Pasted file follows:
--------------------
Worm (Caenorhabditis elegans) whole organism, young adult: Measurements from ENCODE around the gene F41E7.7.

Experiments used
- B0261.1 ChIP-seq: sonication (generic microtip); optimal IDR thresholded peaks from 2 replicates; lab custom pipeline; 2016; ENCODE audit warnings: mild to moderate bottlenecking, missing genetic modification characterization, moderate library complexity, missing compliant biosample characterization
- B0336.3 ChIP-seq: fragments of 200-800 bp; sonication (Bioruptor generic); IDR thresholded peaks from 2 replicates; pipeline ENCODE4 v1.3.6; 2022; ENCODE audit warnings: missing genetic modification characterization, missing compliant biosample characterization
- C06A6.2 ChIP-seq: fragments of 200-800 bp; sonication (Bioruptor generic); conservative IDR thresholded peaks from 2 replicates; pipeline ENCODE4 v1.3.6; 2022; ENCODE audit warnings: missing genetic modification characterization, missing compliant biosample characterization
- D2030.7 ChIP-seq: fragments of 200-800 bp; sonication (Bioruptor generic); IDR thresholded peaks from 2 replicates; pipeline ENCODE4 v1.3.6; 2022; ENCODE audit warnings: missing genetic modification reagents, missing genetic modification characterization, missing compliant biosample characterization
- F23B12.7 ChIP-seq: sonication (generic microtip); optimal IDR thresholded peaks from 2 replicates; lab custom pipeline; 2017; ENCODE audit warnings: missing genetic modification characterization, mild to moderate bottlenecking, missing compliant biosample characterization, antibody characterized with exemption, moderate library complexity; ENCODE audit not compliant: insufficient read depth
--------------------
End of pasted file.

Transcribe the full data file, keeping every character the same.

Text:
Worm (Caenorhabditis elegans) whole organism, young adult: Measurements from ENCODE around the gene F41E7.7.

Experiments used
- B0261.1 ChIP-seq: sonication (generic microtip); optimal IDR thresholded peaks from 2 replicates; lab custom pipeline; 2016; ENCODE audit warnings: mild to moderate bottlenecking, missing genetic modification characterization, moderate library complexity, missing compliant biosample characterization
- B0336.3 ChIP-seq: fragments of 200-800 bp; sonication (Bioruptor generic); IDR thresholded peaks from 2 replicates; pipeline ENCODE4 v1.3.6; 2022; ENCODE audit warnings: missing genetic modification characterization, missing compliant biosample characterization
- C06A6.2 ChIP-seq: fragments of 200-800 bp; sonication (Bioruptor generic); conservative IDR thresholded peaks from 2 replicates; pipeline ENCODE4 v1.3.6; 2022; ENCODE audit warnings: missing genetic modification characterization, missing compliant biosample characterization
- D2030.7 ChIP-seq: fragments of 200-800 bp; sonication (Bioruptor generic); IDR thresholded peaks from 2 replicates; pipeline ENCODE4 v1.3.6; 2022; ENCODE audit warnings: missing genetic modification reagents, missing genetic modification characterization, missing compliant biosample characterization
- F23B12.7 ChIP-seq: sonication (generic microtip); optimal IDR thresholded peaks from 2 replicates; lab custom pipeline; 2017; ENCODE audit warnings: missing genetic modification characterization, mild to moderate bottlenecking, missing compliant biosample characterization, antibody characterized with exemption, moderate library complexity; ENCODE audit not compliant: insufficient read depth